Train and support local staff to help reduce persecution of mammals
Overall effectiveness category Evidence not assessed
Number of studies: 1
Background information and definitions
Carnivores may be killed by farmers where they feel that their livestock are threatened. National laws or policies protecting wild mammals may be difficult to enforce at a local level. Local staff, from among the same communities as the farmers, may be able to gain more respect and to work more closely with farmers to find ways to reduce losses to predators without carrying out lethal control.
Supporting evidence from individual studies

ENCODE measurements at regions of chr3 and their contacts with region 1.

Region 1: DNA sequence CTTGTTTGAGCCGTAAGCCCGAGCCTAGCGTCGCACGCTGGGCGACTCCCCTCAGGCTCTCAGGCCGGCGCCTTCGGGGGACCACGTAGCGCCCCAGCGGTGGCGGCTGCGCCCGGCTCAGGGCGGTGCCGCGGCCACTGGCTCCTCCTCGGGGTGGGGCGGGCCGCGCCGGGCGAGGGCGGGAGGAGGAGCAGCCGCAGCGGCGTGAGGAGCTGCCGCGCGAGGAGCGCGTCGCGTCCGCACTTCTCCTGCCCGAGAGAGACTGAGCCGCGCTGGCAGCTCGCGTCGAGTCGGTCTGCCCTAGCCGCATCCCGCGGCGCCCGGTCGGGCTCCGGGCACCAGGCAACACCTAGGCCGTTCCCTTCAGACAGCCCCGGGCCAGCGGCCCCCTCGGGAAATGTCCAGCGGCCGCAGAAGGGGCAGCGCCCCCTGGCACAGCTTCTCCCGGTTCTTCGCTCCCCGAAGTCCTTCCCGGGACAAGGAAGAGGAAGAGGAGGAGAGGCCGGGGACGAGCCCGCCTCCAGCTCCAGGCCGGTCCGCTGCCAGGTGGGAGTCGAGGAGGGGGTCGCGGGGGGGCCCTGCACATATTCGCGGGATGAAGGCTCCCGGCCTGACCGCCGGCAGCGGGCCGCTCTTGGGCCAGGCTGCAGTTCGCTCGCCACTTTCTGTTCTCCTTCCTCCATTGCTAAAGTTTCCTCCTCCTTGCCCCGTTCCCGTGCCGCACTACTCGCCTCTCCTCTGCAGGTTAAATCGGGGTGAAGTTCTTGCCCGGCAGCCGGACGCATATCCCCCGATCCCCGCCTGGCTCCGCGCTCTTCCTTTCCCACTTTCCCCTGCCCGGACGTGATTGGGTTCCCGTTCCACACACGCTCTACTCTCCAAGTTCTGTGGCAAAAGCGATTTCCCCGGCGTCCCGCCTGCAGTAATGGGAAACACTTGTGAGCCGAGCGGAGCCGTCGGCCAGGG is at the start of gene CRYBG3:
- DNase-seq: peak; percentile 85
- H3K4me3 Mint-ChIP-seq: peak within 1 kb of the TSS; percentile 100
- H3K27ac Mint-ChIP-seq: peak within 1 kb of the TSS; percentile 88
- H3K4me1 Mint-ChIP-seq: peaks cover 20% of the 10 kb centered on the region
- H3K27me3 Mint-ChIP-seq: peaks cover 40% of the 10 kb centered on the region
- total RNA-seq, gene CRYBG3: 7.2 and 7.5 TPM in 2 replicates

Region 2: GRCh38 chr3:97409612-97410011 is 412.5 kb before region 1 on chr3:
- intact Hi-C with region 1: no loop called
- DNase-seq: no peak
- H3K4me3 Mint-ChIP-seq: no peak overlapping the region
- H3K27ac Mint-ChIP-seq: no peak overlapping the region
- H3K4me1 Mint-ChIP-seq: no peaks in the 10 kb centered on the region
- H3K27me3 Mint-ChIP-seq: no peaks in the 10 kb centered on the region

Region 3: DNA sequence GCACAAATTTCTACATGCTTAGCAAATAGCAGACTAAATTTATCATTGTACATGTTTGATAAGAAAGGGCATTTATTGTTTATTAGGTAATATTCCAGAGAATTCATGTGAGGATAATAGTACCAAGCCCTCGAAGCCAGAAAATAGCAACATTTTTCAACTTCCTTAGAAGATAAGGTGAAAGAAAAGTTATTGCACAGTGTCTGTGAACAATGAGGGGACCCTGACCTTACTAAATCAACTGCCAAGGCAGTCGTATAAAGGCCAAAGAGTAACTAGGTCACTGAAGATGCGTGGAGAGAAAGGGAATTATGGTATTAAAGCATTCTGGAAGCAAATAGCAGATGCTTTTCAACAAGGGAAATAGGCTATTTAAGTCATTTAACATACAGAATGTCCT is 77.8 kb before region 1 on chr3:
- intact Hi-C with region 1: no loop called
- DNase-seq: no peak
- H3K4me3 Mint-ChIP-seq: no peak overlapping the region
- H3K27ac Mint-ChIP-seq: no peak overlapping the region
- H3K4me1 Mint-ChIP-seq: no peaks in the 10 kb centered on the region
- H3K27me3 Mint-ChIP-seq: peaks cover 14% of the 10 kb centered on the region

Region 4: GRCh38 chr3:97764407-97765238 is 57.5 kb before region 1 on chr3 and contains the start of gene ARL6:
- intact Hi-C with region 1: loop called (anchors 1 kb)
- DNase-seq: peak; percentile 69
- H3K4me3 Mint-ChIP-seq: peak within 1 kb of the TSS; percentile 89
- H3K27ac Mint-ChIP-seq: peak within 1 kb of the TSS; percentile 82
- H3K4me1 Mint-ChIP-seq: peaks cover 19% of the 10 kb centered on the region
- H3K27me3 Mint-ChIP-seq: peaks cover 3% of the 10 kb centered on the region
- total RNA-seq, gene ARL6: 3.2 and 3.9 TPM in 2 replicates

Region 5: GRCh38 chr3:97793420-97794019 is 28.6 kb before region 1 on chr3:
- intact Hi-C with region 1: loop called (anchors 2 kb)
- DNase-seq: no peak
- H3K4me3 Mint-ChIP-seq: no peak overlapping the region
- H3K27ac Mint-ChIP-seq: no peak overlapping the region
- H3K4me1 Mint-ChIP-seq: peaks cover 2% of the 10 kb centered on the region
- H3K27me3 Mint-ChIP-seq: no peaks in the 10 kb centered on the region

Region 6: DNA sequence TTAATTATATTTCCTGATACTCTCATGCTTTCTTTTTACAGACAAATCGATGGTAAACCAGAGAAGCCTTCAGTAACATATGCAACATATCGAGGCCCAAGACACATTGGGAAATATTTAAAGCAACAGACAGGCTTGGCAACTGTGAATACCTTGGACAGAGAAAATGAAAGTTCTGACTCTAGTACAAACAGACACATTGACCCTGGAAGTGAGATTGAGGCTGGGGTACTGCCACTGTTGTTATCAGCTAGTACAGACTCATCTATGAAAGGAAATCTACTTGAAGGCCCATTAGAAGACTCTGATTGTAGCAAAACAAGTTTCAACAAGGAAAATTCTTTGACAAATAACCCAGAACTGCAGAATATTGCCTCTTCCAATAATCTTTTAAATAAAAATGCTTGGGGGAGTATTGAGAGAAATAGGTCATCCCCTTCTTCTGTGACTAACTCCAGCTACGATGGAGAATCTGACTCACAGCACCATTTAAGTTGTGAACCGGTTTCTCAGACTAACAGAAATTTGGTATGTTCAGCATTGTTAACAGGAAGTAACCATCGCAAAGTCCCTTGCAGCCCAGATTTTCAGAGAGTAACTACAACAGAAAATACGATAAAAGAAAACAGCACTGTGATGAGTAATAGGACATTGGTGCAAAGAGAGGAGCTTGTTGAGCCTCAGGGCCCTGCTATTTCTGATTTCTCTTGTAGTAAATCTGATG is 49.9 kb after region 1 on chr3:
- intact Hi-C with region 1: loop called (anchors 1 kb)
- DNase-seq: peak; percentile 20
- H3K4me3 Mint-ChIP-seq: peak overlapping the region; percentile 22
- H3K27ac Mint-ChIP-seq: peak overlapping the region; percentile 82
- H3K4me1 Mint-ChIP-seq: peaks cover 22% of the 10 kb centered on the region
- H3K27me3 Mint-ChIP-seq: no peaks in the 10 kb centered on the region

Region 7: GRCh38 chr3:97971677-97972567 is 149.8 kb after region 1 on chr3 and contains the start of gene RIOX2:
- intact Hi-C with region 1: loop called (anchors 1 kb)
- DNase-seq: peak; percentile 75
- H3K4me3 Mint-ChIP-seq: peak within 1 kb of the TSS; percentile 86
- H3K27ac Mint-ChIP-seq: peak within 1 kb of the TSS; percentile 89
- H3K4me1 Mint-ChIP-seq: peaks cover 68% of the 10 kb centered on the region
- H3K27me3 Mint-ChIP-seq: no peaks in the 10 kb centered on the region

A replicated, before-and-after study in 2003–2011 in savanna grassland in four ranches in southern Kenya (Hazzah et al. 2014) found that employing local tribesmen to dissuade pastoralists from killing lions Panthera leo and to assist with livestock protection measures, alongside compensating for livestock killed by lions, reduced lion killings by pastoralists. The two schemes occurred at the same time at three group ranches, so their individual effects could not be separated. Compensation for livestock losses was estimated to reduce lion killing by 87–91% whilst additionally employing lion guardians reduced killings by 99%. The four ranches comprised a 3,500-km2 study area. Compensation for verified livestock losses to lions was initiated at three of the group ranches between 2003 and 2008. Respected tribesmen, ‘lion guardians’, were employed to dissuade pastoralists from killing lions and to assist with livestock protection measures, such as reinforcing bomas. The scheme commenced at the four sites between 2007 and 2010. Lion mortality data, from 2003 to 2011, were collated primarily from community informants and direct interviews with lion hunters.Study and other actions tested